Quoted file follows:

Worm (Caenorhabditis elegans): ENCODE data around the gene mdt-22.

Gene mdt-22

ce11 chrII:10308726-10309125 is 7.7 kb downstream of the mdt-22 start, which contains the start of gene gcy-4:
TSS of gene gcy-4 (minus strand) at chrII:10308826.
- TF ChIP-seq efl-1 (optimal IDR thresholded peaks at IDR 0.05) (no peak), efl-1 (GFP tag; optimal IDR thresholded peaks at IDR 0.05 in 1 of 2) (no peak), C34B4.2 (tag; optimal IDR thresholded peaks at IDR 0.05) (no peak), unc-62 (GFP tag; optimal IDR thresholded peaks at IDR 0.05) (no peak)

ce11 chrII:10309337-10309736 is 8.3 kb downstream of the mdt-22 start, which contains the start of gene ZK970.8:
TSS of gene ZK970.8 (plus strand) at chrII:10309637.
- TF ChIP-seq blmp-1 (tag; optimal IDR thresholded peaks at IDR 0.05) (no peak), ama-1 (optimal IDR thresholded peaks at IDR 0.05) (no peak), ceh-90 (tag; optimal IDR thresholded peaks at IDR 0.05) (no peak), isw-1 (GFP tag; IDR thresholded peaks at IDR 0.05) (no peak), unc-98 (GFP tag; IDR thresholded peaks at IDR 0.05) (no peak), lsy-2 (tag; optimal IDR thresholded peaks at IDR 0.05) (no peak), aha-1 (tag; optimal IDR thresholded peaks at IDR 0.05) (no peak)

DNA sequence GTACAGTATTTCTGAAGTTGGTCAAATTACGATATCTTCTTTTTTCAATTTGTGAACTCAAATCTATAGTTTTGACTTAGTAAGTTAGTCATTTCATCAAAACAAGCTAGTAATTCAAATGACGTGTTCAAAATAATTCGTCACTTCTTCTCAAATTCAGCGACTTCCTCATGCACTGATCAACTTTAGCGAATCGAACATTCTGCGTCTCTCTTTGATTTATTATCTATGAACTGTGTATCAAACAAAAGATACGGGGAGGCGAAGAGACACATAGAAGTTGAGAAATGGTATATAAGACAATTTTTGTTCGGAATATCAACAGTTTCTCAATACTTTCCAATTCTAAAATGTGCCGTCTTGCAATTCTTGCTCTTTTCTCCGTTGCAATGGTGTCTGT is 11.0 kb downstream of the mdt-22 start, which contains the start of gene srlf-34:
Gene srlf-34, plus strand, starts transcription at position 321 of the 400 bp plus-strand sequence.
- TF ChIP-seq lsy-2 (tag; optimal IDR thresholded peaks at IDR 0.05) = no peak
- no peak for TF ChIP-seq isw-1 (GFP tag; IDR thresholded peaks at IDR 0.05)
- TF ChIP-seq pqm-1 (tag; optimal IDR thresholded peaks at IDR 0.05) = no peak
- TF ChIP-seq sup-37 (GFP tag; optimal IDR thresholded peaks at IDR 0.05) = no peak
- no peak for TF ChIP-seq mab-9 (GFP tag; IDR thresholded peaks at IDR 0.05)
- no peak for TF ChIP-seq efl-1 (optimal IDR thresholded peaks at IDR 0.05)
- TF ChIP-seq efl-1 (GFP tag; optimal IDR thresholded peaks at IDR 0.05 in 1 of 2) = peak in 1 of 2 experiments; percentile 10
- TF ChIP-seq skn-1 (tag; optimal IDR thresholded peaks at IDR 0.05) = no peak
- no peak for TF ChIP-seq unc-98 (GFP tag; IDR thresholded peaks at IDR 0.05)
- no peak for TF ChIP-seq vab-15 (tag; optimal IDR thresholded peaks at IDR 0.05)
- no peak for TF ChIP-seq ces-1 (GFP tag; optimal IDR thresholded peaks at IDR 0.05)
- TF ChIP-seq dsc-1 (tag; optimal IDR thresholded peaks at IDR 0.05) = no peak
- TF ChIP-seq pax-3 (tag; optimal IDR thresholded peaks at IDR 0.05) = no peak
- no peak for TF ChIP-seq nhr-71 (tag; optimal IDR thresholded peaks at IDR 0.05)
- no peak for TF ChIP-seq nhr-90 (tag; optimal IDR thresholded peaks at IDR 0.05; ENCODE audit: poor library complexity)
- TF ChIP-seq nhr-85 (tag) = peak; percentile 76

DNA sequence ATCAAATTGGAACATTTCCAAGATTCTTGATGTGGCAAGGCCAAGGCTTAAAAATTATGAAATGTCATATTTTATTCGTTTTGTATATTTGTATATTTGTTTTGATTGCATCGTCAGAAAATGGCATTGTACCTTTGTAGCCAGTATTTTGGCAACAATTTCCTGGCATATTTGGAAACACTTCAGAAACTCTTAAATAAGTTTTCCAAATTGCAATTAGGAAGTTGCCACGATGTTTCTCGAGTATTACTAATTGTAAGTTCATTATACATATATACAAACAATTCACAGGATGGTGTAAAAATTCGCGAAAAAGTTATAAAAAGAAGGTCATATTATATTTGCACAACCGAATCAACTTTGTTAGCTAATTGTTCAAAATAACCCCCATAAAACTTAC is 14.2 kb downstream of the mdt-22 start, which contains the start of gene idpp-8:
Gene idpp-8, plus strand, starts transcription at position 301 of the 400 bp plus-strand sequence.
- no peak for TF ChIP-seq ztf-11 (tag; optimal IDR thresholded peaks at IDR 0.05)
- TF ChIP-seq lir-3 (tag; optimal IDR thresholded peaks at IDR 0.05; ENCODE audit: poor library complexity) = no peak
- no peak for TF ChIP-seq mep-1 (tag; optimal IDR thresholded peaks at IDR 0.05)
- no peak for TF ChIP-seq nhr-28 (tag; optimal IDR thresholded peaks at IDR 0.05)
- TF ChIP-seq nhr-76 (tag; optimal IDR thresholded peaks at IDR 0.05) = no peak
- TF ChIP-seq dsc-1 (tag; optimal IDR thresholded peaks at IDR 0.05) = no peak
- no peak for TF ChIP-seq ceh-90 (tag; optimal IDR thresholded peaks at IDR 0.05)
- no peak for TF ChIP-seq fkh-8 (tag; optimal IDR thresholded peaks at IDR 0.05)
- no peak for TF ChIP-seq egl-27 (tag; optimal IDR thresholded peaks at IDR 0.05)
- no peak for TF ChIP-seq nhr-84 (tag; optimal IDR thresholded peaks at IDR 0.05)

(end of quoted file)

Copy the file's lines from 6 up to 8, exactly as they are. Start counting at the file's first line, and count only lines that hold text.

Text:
ce11 chrII:10309337-10309736 is 8.3 kb downstream of the mdt-22 start, which contains the start of gene ZK970.8:
TSS of gene ZK970.8 (plus strand) at chrII:10309637.
- TF ChIP-seq blmp-1 (tag; optimal IDR thresholded peaks at IDR 0.05) (no peak), ama-1 (optimal IDR thresholded peaks at IDR 0.05) (no peak), ceh-90 (tag; optimal IDR thresholded peaks at IDR 0.05) (no peak), isw-1 (GFP tag; IDR thresholded peaks at IDR 0.05) (no peak), unc-98 (GFP tag; IDR thresholded peaks at IDR 0.05) (no peak), lsy-2 (tag; optimal IDR thresholded peaks at IDR 0.05) (no peak), aha-1 (tag; optimal IDR thresholded peaks at IDR 0.05) (no peak)